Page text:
THE HAGUE (Reuters) -Azerbaijan on Monday asked the World Court to order neighbouring Armenia to hand over maps it says show the location of landmines on its territory, while the judges consider tit-for-tat claims that the other side violated an anti-discrimination treaty.
This time last year, Azeri troops drove ethnic Armenian forces out of swathes of territory they had controlled since the 1990s in and around the Nagorno-Karabakh region, before Russia brokered a ceasefire.
Azeri Deputy Foreign Minister Elnur Mammadov told judges that the emergency measures sought were urgently needed to protect against the "dire threat" posed by what it says is Armenia's refusal to hand over the maps.
The alleged campaign of placing landmines "is quite simply a continuation of Armenia's decades-long ethnic cleansing operation and an attempt to keep these territories cleansed of Azerbaijanis", Mammadov said.
Armenia's agent before the court, Yeghishe Kirakosyan, dismissed the Azeri claims as " manufactured and defensive moves".
He pointed out that Azerbaijan itself planted hundreds of thousands of landmines in the conflict area in the early 1990s.
Armenia has already handed over two minefield maps and "we stand ready to provide any more maps in our possession", Kirakosyan said.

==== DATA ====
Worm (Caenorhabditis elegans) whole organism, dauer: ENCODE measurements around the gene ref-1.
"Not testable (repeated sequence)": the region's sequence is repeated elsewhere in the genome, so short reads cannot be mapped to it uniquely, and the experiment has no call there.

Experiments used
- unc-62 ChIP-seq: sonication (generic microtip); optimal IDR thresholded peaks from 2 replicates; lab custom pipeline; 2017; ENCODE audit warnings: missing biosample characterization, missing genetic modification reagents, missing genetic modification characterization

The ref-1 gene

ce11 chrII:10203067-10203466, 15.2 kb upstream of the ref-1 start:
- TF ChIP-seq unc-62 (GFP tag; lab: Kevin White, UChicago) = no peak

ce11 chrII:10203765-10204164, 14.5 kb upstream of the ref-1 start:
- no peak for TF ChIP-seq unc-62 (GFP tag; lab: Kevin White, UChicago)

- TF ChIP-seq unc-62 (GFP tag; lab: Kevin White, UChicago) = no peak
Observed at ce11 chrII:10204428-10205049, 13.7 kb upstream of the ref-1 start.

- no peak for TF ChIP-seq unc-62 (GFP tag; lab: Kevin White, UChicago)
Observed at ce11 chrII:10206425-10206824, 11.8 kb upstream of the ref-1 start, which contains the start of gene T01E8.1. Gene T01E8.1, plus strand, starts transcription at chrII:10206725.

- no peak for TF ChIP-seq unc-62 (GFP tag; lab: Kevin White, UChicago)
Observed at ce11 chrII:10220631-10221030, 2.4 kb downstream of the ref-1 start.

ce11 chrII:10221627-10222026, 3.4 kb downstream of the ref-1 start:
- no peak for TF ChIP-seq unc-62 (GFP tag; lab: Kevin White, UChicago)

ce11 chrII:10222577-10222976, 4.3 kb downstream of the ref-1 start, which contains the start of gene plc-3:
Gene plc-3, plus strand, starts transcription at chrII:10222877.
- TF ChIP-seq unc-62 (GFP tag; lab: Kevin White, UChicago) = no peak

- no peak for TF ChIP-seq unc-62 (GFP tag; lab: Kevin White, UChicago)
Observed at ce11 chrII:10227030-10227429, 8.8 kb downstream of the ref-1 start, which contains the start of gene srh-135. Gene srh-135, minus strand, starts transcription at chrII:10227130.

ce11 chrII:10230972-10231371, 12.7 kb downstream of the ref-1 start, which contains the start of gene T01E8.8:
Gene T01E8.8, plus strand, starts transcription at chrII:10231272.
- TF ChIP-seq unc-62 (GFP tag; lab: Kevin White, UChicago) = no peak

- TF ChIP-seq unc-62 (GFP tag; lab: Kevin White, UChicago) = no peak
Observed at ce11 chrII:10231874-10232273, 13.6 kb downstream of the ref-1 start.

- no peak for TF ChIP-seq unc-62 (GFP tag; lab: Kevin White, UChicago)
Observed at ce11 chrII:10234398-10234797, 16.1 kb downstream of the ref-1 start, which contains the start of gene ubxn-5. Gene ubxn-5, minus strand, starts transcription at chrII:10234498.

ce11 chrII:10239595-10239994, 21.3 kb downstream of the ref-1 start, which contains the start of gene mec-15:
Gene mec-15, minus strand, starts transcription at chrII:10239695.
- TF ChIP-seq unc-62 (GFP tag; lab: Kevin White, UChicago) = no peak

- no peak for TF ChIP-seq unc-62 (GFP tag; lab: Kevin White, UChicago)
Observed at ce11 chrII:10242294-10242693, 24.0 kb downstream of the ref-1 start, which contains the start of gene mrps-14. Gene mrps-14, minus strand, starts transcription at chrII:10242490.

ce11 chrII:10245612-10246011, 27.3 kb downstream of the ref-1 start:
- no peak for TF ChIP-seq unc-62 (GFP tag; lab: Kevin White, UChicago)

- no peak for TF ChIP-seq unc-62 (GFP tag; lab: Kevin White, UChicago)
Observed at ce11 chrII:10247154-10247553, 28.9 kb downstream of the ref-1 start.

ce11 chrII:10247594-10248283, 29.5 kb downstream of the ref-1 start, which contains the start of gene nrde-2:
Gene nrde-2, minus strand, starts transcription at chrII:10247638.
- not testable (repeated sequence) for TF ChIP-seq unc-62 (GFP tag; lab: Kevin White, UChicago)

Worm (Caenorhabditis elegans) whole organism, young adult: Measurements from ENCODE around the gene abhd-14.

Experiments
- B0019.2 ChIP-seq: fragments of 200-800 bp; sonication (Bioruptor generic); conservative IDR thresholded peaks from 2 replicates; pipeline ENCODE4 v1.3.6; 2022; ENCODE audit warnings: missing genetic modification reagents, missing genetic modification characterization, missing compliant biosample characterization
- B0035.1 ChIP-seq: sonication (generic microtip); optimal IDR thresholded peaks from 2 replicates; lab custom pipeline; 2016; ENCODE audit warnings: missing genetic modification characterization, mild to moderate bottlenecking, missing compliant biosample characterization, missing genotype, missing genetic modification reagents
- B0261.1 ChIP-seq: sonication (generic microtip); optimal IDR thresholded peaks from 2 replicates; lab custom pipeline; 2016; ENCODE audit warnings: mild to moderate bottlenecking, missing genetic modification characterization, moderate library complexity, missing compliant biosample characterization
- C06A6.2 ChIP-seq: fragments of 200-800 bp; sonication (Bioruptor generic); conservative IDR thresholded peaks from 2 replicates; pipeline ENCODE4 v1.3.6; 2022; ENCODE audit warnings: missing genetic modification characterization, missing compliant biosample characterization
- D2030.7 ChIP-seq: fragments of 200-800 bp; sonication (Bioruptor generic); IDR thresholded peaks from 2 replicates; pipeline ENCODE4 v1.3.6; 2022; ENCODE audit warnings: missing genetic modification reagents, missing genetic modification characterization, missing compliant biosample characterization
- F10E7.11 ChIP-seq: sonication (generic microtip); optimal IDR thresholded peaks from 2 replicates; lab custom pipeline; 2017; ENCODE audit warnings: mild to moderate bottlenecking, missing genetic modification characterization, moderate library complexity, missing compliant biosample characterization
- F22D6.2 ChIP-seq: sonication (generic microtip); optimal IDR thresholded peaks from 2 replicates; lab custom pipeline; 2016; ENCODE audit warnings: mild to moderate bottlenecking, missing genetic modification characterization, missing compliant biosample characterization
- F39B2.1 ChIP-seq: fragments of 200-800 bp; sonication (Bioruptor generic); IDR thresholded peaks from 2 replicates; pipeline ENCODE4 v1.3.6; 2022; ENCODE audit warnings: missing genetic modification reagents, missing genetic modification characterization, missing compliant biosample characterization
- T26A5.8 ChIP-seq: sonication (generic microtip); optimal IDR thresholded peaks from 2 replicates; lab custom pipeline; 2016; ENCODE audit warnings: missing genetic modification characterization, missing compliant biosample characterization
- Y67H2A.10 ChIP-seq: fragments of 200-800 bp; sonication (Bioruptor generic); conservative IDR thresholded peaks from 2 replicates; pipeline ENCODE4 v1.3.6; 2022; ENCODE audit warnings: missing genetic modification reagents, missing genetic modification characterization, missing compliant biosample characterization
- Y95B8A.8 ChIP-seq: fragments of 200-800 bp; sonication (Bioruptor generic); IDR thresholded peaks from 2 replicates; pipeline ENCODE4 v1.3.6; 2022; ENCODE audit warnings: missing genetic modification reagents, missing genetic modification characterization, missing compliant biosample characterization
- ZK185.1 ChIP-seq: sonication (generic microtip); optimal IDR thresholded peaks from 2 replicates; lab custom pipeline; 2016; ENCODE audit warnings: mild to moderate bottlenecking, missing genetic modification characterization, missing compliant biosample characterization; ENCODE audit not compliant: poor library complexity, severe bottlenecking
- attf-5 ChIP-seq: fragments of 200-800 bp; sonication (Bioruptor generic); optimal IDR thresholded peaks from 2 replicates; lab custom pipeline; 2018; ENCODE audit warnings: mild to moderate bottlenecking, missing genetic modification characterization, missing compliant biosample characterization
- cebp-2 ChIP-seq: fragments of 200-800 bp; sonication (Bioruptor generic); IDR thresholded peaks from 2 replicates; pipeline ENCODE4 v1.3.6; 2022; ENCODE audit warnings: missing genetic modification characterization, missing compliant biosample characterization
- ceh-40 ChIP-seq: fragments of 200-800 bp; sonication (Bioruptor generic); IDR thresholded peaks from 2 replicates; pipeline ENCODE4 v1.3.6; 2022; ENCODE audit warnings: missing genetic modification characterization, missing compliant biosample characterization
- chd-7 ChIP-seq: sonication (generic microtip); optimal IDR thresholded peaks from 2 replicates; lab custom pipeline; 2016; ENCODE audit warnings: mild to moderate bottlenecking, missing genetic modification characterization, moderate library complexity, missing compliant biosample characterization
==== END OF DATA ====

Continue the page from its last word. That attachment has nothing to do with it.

Last week, Armenia also sought emergency measures from the World Court. Lawyers for Armenia told judges then that Azerbaijan promoted ethnic hatred against Armenians.
Azerbaijan rejected Armenia's claim and said that it was the other way around and that it was Armenia that carried out ethnic cleansing.
The requests for emergency measures are part of tit-for-tat cases filed at the World Court last month where both Armenia and Azerbaijan claimed the other country has violated the International Convention on the Elimination of All Forms of Racial Discrimination, to which both states are signatories.
The hearings on Monday and last week do not go into the merits of the cases but instead deal with requests from both sides for emergency measures while the court considers the claims.
The World Court, formally known as the International Court of Justice, is the UN court for resolving disputes between countries. It has yet to determine whether it has jurisdiction in this case.
(Reporting by Stephanie van den Berg; Editing by Nick Macfie and Ed Osmond)